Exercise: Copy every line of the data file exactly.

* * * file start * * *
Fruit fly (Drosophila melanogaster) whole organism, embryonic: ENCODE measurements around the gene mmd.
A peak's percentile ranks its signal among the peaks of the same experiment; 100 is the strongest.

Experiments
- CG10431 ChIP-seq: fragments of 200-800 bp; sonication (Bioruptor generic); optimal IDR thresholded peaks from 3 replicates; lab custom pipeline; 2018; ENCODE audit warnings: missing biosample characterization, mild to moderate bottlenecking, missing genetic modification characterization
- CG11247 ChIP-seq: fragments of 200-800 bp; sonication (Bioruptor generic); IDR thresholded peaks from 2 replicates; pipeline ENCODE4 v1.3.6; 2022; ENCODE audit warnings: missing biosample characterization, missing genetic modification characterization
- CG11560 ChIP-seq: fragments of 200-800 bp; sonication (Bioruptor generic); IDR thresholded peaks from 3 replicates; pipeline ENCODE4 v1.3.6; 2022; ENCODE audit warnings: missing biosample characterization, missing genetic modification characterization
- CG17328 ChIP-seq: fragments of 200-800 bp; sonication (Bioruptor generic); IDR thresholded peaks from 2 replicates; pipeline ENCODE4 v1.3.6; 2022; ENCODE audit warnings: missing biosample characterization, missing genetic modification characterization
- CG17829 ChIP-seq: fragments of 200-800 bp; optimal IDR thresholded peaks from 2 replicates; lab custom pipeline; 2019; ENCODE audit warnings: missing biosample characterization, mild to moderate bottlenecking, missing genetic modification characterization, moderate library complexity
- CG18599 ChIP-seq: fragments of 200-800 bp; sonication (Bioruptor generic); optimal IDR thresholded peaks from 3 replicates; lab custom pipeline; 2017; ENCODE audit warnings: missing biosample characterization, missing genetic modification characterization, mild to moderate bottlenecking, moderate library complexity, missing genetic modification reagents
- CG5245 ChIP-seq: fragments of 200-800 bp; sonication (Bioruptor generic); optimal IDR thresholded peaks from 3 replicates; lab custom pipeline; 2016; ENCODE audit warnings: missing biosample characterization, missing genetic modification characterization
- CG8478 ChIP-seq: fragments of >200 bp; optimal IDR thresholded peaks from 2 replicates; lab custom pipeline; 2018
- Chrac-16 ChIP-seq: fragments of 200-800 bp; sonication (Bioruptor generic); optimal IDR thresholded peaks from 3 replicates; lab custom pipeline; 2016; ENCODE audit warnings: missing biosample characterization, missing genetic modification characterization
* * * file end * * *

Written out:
Fruit fly (Drosophila melanogaster) whole organism, embryonic: ENCODE measurements around the gene mmd.
A peak's percentile ranks its signal among the peaks of the same experiment; 100 is the strongest.

Experiments
- CG10431 ChIP-seq: fragments of 200-800 bp; sonication (Bioruptor generic); optimal IDR thresholded peaks from 3 replicates; lab custom pipeline; 2018; ENCODE audit warnings: missing biosample characterization, mild to moderate bottlenecking, missing genetic modification characterization
- CG11247 ChIP-seq: fragments of 200-800 bp; sonication (Bioruptor generic); IDR thresholded peaks from 2 replicates; pipeline ENCODE4 v1.3.6; 2022; ENCODE audit warnings: missing biosample characterization, missing genetic modification characterization
- CG11560 ChIP-seq: fragments of 200-800 bp; sonication (Bioruptor generic); IDR thresholded peaks from 3 replicates; pipeline ENCODE4 v1.3.6; 2022; ENCODE audit warnings: missing biosample characterization, missing genetic modification characterization
- CG17328 ChIP-seq: fragments of 200-800 bp; sonication (Bioruptor generic); IDR thresholded peaks from 2 replicates; pipeline ENCODE4 v1.3.6; 2022; ENCODE audit warnings: missing biosample characterization, missing genetic modification characterization
- CG17829 ChIP-seq: fragments of 200-800 bp; optimal IDR thresholded peaks from 2 replicates; lab custom pipeline; 2019; ENCODE audit warnings: missing biosample characterization, mild to moderate bottlenecking, missing genetic modification characterization, moderate library complexity
- CG18599 ChIP-seq: fragments of 200-800 bp; sonication (Bioruptor generic); optimal IDR thresholded peaks from 3 replicates; lab custom pipeline; 2017; ENCODE audit warnings: missing biosample characterization, missing genetic modification characterization, mild to moderate bottlenecking, moderate library complexity, missing genetic modification reagents
- CG5245 ChIP-seq: fragments of 200-800 bp; sonication (Bioruptor generic); optimal IDR thresholded peaks from 3 replicates; lab custom pipeline; 2016; ENCODE audit warnings: missing biosample characterization, missing genetic modification characterization
- CG8478 ChIP-seq: fragments of >200 bp; optimal IDR thresholded peaks from 2 replicates; lab custom pipeline; 2018
- Chrac-16 ChIP-seq: fragments of 200-800 bp; sonication (Bioruptor generic); optimal IDR thresholded peaks from 3 replicates; lab custom pipeline; 2016; ENCODE audit warnings: missing biosample characterization, missing genetic modification characterization